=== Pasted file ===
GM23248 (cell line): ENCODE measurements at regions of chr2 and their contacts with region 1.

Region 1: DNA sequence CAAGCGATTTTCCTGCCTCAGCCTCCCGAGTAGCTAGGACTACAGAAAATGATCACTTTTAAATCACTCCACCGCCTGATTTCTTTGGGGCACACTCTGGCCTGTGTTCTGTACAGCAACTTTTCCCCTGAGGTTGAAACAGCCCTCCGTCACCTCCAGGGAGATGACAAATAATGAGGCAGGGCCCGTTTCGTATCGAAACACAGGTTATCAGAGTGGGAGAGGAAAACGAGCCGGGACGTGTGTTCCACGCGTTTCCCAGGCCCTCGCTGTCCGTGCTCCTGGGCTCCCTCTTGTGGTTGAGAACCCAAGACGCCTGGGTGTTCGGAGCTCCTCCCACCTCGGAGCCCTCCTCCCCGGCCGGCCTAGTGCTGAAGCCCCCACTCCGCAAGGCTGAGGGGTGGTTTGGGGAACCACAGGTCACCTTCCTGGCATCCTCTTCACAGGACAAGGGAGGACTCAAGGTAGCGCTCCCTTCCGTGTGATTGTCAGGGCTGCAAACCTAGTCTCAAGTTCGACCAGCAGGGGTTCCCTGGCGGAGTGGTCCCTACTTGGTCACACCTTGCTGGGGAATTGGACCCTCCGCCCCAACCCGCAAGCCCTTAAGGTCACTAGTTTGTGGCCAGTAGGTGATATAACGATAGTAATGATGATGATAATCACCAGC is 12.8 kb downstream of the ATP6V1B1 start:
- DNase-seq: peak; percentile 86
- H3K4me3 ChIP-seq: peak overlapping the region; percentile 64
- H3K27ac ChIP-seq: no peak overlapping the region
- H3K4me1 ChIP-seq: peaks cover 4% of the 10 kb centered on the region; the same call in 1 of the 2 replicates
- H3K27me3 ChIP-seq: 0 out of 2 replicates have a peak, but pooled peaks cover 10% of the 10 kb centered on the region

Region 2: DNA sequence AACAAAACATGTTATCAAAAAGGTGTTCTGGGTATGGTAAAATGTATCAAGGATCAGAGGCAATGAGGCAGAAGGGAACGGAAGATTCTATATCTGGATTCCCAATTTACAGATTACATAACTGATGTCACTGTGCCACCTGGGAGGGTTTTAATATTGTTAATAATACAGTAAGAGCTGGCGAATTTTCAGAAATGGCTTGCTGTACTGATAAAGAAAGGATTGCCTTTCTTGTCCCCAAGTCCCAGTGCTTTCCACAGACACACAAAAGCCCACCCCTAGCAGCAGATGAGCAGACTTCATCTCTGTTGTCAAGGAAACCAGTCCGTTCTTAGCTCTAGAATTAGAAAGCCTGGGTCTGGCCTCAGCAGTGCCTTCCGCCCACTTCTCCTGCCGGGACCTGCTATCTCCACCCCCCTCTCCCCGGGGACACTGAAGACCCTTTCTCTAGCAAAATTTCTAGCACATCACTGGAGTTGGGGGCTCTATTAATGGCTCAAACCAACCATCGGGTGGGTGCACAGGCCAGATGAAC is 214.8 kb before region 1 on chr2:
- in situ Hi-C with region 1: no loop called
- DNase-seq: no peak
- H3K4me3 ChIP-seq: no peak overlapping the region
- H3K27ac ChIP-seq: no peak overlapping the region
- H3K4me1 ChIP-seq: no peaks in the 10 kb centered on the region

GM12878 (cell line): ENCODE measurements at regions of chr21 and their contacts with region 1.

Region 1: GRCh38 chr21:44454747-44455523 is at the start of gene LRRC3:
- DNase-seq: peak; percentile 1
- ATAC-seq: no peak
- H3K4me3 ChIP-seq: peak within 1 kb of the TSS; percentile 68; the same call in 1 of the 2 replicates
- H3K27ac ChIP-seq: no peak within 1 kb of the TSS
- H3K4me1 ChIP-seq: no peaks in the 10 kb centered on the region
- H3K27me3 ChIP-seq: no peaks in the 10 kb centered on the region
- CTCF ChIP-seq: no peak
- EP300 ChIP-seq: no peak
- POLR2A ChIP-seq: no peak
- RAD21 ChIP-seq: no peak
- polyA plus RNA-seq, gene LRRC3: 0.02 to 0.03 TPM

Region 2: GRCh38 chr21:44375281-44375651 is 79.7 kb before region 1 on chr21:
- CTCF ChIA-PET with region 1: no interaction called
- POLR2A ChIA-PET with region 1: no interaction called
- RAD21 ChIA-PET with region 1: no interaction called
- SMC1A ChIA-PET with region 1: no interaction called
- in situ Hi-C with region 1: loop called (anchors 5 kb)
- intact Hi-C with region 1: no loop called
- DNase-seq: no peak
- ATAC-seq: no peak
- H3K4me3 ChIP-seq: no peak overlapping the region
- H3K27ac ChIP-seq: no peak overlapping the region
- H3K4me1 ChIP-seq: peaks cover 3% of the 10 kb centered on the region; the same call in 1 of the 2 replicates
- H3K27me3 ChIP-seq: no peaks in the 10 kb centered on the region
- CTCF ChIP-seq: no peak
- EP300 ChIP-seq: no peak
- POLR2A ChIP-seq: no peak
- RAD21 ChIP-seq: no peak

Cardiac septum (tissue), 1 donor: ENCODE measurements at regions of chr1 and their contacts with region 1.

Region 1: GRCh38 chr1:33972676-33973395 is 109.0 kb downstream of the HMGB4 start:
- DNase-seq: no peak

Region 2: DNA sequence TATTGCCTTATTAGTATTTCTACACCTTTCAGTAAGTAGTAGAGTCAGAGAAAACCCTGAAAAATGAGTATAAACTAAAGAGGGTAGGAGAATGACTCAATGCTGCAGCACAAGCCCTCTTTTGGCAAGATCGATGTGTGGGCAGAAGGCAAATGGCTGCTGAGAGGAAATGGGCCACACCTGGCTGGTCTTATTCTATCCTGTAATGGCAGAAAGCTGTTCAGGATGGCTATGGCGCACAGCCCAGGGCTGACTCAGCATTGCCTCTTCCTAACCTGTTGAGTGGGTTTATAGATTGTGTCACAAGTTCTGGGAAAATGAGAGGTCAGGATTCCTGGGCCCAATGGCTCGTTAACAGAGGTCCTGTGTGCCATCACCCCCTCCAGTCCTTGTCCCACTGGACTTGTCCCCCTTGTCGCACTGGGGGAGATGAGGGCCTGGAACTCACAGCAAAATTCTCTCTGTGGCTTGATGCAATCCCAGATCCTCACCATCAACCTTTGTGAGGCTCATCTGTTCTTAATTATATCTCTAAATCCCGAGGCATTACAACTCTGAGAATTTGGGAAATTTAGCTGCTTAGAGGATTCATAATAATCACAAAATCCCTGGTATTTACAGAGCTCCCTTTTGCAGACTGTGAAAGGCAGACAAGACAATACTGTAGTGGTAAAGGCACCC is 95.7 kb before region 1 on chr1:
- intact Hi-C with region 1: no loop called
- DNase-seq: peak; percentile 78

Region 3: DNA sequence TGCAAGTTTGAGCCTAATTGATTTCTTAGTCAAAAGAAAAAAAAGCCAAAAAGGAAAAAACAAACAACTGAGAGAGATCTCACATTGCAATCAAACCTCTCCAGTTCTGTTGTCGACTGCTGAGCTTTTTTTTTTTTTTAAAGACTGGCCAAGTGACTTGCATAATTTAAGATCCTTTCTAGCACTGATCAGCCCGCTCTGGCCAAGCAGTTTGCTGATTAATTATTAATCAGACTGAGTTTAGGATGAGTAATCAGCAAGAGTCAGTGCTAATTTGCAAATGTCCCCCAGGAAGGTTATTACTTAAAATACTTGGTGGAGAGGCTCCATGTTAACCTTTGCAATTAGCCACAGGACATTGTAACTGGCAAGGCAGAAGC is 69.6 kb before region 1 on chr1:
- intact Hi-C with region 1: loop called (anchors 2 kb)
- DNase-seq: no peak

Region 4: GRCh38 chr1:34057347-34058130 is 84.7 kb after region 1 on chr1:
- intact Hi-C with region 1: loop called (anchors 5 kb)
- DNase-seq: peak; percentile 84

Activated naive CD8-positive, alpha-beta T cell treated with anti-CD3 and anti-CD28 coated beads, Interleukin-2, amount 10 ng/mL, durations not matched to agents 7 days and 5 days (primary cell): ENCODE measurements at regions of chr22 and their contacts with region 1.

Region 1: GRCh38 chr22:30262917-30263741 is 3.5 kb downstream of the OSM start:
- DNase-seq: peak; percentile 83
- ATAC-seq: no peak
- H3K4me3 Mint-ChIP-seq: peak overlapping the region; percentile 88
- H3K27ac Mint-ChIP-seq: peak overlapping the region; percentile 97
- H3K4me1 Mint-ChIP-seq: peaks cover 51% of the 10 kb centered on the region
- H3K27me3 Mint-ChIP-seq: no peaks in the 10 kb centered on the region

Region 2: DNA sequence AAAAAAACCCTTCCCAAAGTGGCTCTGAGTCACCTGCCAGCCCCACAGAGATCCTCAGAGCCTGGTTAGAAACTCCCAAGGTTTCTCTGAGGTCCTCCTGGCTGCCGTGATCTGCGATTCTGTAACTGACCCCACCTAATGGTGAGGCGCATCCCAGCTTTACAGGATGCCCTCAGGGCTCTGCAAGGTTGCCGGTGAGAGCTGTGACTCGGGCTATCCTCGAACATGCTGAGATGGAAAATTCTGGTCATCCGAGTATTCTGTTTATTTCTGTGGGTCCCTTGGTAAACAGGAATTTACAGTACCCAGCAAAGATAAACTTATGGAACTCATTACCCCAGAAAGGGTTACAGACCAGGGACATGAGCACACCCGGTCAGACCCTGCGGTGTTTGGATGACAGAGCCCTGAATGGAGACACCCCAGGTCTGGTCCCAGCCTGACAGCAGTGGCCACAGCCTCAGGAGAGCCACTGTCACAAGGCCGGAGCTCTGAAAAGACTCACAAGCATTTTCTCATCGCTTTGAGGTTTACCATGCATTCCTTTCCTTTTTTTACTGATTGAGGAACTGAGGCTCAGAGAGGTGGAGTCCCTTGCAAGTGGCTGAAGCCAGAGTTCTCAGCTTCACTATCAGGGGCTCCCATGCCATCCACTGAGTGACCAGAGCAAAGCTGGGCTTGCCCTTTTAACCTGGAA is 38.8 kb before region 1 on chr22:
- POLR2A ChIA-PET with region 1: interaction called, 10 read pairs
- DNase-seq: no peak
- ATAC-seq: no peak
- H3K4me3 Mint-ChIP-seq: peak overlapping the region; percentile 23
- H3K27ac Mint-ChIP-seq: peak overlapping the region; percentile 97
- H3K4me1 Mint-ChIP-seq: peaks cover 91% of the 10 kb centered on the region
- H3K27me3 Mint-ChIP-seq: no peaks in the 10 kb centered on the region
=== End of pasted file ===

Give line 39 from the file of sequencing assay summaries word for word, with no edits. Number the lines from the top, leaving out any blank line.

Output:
- H3K27me3 ChIP-seq: no peaks in the 10 kb centered on the region